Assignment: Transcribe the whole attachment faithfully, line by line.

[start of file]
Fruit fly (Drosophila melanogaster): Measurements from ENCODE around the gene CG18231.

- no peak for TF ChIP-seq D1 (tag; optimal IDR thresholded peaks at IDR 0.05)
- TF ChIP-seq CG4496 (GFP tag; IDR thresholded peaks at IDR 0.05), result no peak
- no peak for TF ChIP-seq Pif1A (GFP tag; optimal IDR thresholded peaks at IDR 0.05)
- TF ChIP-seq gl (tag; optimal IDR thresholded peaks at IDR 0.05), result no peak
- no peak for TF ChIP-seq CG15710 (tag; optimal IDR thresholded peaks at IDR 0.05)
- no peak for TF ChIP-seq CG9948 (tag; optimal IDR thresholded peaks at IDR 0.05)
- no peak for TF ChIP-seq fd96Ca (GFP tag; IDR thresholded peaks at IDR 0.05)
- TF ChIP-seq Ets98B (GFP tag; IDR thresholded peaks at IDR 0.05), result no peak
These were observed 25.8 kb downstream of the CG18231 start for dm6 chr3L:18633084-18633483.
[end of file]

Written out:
Fruit fly (Drosophila melanogaster): Measurements from ENCODE around the gene CG18231.

- no peak for TF ChIP-seq D1 (tag; optimal IDR thresholded peaks at IDR 0.05)
- TF ChIP-seq CG4496 (GFP tag; IDR thresholded peaks at IDR 0.05), result no peak
- no peak for TF ChIP-seq Pif1A (GFP tag; optimal IDR thresholded peaks at IDR 0.05)
- TF ChIP-seq gl (tag; optimal IDR thresholded peaks at IDR 0.05), result no peak
- no peak for TF ChIP-seq CG15710 (tag; optimal IDR thresholded peaks at IDR 0.05)
- no peak for TF ChIP-seq CG9948 (tag; optimal IDR thresholded peaks at IDR 0.05)
- no peak for TF ChIP-seq fd96Ca (GFP tag; IDR thresholded peaks at IDR 0.05)
- TF ChIP-seq Ets98B (GFP tag; IDR thresholded peaks at IDR 0.05), result no peak
These were observed 25.8 kb downstream of the CG18231 start for dm6 chr3L:18633084-18633483.